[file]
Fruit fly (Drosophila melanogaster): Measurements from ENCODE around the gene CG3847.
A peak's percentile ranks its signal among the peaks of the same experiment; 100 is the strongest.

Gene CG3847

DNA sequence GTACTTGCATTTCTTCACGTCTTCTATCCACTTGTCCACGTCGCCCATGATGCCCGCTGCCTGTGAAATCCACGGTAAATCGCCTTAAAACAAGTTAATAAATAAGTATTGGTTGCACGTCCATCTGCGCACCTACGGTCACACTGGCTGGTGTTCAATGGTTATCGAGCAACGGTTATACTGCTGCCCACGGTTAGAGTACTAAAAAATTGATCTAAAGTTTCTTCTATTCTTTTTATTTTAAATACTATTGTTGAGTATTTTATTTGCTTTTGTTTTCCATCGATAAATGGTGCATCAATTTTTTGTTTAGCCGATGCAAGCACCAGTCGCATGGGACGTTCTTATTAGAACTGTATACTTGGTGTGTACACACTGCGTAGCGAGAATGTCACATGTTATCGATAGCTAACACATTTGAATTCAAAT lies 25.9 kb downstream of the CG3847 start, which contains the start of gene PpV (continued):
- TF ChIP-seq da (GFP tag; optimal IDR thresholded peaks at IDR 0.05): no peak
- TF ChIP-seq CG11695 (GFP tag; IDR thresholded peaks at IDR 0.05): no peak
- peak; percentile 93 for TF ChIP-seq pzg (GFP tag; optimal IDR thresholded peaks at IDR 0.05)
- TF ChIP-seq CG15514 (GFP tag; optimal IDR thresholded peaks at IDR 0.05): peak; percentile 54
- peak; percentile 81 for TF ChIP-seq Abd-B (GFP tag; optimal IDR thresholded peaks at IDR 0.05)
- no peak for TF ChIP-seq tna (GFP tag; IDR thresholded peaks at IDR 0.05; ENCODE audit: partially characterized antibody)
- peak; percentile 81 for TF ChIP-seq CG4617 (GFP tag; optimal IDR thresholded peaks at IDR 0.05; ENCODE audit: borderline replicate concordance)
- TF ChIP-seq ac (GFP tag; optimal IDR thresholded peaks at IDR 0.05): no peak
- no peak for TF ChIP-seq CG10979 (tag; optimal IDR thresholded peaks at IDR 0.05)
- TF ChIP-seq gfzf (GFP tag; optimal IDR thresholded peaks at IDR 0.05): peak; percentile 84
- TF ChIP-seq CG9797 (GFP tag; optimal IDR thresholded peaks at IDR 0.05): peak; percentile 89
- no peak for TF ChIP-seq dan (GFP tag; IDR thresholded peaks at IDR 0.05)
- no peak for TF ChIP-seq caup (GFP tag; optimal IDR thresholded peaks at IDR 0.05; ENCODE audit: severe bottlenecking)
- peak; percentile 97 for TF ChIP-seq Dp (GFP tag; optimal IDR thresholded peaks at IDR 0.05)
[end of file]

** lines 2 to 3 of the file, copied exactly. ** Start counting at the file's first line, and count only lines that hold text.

A peak's percentile ranks its signal among the peaks of the same experiment; 100 is the strongest.

Gene CG3847